Lincoln Police Chief Jeff Bliemeister is responding to a new report released by the Nebraska Crime Commission, which found African American drivers have a higher chance of being pulled over and searched in Lincoln.

According to the 2018 report released Friday, black drivers were pulled over in 11 percent of the 41,000 traffic stops in Lincoln, even though African Americans only account for 4.3 percent of the city’s population.

“I am here to acknowledge that the numbers are disproportional to the population numbers in Lincoln, and this is an important conversation that needs to continue both internally at the Lincoln Police Department and especially, with our community partners,” Bliemeister said Wednesday morning.

The ACLU of Nebraska is now calling for a change in how law enforcement officials are hired and trained throughout the state, following the report.

“This data confirms what Nebraskans of color already know: racial bias persists in traffic stops,” ACLU of Nebraska attorney Rose Godinez said in a statement. “This data confirms there is a clear need to recalibrate. We can’t continue to do the same things in terms of police training and watch the data about racial disparities in policing continue to rise.”

The commission’s statewide report said their report doesn’t have enough information to determine the motive or cause for the disparity. Though, the commission said it reviewed 11 reports from four agencies where an officer was accused of racially profiling someone they stopped. In eight of those cases, the officer involved was exonerated, and in the other three reports didn’t have sufficient evidence to prove or disprove the allegations.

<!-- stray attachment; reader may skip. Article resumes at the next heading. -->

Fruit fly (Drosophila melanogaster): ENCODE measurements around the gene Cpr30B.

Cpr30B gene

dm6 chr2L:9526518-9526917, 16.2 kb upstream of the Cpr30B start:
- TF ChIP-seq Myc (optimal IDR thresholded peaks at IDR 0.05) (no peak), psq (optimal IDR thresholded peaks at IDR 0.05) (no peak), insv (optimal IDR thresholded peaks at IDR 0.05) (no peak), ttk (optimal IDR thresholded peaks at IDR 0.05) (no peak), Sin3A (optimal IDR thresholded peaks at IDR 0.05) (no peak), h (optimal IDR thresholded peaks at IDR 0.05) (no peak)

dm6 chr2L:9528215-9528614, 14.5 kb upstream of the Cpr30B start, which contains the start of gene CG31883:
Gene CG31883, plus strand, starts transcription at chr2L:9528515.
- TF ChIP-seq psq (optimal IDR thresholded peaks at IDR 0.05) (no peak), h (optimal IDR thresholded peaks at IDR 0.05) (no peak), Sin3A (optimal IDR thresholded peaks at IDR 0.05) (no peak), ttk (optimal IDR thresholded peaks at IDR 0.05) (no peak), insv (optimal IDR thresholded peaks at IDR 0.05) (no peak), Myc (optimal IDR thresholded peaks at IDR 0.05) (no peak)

Bliemeister told KFOR News his department is actively working with cultural centers in the community to recruit officers for the department. “We strive to have a workforce that is reflective of the community we serve. Are we there? We are not. But that is a goal we continually have,” Bliemeister said.

Bliemeister also talked about a concluded study conducted by professors at Doane College on LPD’s recruiting and hiring process. “They’ve identified in our testing and hiring process where candidates may be more likely than not to be disqualified, and we’re looking to determine if there are things we can do within our hiring process, while still complying with the regulations of the state of Nebraska, in order to be a more diverse workforce,” Bliemeister said.

LPD Information Officer Luke Bonkiewicz told KFOR News, their studies show an economic cause for more traffic stops with African Americans – stating they’re more likely to be pulled over for expired registration, while white drivers are more likely to be pulled over from speeding.

You can read the full report by the Nebraska Crime Commission here.


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